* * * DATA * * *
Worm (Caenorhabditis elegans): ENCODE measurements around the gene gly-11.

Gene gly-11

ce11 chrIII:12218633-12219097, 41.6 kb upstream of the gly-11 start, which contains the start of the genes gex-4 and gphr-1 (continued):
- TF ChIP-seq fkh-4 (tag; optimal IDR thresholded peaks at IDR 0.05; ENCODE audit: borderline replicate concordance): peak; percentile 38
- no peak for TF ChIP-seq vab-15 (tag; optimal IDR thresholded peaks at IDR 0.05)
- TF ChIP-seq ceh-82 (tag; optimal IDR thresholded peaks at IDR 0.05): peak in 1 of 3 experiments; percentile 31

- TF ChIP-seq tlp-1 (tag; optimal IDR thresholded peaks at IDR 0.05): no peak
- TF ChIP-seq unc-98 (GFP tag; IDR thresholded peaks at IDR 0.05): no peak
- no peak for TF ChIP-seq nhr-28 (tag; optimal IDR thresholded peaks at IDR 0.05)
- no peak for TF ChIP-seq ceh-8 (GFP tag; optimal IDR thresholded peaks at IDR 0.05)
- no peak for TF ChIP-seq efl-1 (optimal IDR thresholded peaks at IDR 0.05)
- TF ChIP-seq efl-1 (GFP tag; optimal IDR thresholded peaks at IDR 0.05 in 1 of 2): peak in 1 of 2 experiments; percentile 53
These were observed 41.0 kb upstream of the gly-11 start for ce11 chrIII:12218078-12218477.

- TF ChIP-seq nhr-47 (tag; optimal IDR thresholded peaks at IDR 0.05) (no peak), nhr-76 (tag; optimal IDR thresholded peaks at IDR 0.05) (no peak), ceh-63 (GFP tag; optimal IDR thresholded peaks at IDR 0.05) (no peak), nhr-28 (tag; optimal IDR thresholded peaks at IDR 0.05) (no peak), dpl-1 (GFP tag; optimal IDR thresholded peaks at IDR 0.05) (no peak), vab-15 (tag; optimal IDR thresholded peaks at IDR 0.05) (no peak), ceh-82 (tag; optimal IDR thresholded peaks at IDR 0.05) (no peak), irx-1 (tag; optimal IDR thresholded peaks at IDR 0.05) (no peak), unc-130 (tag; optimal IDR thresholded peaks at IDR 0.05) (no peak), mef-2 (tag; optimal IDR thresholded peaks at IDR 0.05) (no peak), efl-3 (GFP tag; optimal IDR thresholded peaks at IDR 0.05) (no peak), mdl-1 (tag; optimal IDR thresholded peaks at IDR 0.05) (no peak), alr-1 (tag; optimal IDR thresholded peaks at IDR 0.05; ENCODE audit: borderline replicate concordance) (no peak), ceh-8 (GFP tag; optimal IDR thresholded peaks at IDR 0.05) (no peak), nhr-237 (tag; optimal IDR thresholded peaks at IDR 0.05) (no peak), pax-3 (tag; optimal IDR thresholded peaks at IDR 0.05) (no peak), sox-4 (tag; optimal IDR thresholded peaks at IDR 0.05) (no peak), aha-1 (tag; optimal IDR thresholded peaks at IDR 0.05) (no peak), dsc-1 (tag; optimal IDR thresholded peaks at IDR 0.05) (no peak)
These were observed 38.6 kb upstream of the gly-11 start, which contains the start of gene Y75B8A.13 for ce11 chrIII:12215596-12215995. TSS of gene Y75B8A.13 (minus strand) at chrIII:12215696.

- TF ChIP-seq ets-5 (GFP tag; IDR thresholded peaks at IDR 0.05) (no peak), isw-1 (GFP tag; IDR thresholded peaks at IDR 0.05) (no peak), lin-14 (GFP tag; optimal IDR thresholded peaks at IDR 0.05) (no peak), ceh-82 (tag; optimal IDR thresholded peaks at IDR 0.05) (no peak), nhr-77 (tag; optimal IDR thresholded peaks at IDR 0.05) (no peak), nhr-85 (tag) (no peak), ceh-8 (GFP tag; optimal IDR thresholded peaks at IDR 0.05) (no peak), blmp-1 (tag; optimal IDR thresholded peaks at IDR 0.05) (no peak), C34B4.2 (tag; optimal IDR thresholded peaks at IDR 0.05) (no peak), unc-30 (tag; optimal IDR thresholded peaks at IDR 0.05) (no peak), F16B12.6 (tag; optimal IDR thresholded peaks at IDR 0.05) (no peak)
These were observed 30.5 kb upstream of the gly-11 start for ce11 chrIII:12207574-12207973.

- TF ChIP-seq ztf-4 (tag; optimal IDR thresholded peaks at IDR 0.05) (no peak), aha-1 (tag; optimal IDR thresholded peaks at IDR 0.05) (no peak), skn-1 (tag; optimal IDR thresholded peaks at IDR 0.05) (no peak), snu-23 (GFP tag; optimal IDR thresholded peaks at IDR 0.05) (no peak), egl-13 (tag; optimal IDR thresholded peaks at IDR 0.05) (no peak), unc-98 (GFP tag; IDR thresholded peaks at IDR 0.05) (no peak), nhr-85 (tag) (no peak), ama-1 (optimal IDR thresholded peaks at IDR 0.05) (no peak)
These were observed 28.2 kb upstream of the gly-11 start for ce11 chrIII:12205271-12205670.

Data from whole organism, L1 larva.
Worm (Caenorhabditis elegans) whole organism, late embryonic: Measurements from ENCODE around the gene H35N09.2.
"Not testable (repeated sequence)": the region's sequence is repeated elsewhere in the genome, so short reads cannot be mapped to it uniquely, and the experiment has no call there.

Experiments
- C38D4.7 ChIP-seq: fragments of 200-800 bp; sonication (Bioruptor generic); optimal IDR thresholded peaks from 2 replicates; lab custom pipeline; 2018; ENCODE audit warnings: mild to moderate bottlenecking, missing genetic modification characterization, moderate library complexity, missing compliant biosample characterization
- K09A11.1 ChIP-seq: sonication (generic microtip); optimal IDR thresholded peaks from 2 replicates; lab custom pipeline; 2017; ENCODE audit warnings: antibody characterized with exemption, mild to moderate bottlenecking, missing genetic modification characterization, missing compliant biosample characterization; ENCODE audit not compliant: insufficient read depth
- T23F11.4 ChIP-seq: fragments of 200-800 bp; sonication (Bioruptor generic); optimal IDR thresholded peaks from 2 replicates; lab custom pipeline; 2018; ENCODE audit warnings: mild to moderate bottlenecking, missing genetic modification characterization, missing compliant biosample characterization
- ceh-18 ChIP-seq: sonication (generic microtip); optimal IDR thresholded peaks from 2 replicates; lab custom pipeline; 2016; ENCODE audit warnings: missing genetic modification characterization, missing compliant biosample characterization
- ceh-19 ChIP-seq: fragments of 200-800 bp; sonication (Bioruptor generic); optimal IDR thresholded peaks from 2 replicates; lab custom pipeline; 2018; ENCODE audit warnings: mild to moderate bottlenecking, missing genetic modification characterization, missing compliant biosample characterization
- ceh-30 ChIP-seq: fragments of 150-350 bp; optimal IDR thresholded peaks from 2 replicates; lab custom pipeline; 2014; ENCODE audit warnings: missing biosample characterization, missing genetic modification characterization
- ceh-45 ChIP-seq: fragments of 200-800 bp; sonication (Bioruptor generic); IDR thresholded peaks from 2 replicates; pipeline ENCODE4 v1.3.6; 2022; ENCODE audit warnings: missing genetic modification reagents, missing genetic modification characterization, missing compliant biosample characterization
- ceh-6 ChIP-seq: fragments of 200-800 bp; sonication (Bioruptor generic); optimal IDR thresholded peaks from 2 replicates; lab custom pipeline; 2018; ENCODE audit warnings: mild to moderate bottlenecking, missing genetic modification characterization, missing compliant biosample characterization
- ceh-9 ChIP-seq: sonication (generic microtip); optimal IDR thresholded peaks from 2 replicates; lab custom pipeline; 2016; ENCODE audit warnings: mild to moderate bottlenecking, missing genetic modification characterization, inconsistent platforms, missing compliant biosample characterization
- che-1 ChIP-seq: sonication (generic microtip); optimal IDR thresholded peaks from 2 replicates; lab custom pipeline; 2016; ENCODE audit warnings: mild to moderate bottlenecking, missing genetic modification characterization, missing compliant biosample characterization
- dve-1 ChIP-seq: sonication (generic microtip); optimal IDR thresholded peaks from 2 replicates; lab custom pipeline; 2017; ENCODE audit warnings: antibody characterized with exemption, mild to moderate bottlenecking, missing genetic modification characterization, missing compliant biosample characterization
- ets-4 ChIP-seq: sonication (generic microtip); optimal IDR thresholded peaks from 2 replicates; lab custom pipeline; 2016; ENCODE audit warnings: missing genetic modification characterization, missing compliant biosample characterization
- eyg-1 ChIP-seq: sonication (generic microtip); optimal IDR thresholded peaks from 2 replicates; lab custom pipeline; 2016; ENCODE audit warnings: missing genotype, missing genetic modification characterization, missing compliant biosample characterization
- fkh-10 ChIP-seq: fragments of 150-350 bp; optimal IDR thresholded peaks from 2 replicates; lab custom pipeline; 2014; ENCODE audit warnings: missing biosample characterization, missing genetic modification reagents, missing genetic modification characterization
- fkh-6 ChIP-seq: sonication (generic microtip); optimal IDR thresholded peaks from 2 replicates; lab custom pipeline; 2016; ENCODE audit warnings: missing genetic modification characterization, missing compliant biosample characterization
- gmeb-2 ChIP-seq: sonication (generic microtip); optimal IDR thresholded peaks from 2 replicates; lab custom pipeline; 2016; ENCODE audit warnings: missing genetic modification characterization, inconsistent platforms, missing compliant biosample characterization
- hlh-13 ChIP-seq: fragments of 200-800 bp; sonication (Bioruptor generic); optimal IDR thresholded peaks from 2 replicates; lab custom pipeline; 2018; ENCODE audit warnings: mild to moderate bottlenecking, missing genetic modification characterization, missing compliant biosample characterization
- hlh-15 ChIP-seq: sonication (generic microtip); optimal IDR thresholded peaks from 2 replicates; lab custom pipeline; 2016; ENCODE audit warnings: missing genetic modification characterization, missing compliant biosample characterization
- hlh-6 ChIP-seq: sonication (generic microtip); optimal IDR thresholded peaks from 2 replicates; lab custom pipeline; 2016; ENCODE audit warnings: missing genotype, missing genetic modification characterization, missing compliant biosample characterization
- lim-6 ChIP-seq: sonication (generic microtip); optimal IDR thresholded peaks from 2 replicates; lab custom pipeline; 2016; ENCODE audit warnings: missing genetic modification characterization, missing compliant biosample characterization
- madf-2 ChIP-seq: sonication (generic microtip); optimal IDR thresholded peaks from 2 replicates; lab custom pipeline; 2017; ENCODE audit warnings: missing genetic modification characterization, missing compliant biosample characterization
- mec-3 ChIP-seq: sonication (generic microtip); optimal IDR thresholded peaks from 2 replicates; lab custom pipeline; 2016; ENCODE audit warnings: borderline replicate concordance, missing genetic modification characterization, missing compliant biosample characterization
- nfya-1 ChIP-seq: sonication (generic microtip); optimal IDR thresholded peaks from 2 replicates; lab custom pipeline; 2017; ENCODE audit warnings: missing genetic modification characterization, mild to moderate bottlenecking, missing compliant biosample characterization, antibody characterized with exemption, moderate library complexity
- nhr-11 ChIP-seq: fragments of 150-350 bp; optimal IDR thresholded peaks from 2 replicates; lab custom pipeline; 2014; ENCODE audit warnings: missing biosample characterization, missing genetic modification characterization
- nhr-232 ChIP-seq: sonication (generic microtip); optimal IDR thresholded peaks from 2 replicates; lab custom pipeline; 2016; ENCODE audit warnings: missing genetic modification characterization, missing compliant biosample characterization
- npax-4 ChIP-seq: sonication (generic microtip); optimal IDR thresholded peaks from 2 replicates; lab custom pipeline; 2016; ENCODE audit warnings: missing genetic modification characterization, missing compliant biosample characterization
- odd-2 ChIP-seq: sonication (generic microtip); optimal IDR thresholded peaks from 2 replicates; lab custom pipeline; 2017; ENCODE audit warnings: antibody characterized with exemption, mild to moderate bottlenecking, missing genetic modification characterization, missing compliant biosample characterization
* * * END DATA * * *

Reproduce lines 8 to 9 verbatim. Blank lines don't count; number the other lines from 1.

- TF ChIP-seq unc-98 (GFP tag; IDR thresholded peaks at IDR 0.05): no peak
- no peak for TF ChIP-seq nhr-28 (tag; optimal IDR thresholded peaks at IDR 0.05)